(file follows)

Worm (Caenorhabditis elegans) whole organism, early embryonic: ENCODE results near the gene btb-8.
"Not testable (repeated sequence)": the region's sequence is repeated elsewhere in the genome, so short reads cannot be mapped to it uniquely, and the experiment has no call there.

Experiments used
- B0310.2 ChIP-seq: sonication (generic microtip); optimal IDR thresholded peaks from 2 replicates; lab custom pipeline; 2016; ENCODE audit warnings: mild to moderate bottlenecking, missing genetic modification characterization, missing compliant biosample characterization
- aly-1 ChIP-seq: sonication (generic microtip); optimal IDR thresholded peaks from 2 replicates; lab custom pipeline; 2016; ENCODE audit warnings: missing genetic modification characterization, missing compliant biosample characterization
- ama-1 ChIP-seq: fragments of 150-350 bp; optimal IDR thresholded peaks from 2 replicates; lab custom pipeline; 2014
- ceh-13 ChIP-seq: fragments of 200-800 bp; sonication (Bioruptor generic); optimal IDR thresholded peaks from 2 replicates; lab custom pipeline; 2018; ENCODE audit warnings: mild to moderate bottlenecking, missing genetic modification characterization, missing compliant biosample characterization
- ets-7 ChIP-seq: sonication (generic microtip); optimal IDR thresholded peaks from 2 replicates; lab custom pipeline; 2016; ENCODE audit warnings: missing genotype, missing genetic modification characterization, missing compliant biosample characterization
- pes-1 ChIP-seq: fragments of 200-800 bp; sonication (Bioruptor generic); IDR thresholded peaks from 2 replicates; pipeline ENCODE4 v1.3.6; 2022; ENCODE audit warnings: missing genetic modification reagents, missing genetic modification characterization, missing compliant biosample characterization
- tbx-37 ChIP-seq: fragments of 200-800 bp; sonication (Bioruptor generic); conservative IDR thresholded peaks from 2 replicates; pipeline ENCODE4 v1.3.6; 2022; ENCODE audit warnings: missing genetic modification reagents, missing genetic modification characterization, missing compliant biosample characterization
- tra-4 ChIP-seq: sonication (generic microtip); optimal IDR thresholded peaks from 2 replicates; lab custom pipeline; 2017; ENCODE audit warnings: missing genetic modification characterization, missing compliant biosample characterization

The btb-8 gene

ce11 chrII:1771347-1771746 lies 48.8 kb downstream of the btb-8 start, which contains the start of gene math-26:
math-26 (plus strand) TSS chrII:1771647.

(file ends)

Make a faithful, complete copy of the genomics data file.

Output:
Worm (Caenorhabditis elegans) whole organism, early embryonic: ENCODE results near the gene btb-8.
"Not testable (repeated sequence)": the region's sequence is repeated elsewhere in the genome, so short reads cannot be mapped to it uniquely, and the experiment has no call there.

Experiments used
- B0310.2 ChIP-seq: sonication (generic microtip); optimal IDR thresholded peaks from 2 replicates; lab custom pipeline; 2016; ENCODE audit warnings: mild to moderate bottlenecking, missing genetic modification characterization, missing compliant biosample characterization
- aly-1 ChIP-seq: sonication (generic microtip); optimal IDR thresholded peaks from 2 replicates; lab custom pipeline; 2016; ENCODE audit warnings: missing genetic modification characterization, missing compliant biosample characterization
- ama-1 ChIP-seq: fragments of 150-350 bp; optimal IDR thresholded peaks from 2 replicates; lab custom pipeline; 2014
- ceh-13 ChIP-seq: fragments of 200-800 bp; sonication (Bioruptor generic); optimal IDR thresholded peaks from 2 replicates; lab custom pipeline; 2018; ENCODE audit warnings: mild to moderate bottlenecking, missing genetic modification characterization, missing compliant biosample characterization
- ets-7 ChIP-seq: sonication (generic microtip); optimal IDR thresholded peaks from 2 replicates; lab custom pipeline; 2016; ENCODE audit warnings: missing genotype, missing genetic modification characterization, missing compliant biosample characterization
- pes-1 ChIP-seq: fragments of 200-800 bp; sonication (Bioruptor generic); IDR thresholded peaks from 2 replicates; pipeline ENCODE4 v1.3.6; 2022; ENCODE audit warnings: missing genetic modification reagents, missing genetic modification characterization, missing compliant biosample characterization
- tbx-37 ChIP-seq: fragments of 200-800 bp; sonication (Bioruptor generic); conservative IDR thresholded peaks from 2 replicates; pipeline ENCODE4 v1.3.6; 2022; ENCODE audit warnings: missing genetic modification reagents, missing genetic modification characterization, missing compliant biosample characterization
- tra-4 ChIP-seq: sonication (generic microtip); optimal IDR thresholded peaks from 2 replicates; lab custom pipeline; 2017; ENCODE audit warnings: missing genetic modification characterization, missing compliant biosample characterization

The btb-8 gene

ce11 chrII:1771347-1771746 lies 48.8 kb downstream of the btb-8 start, which contains the start of gene math-26:
math-26 (plus strand) TSS chrII:1771647.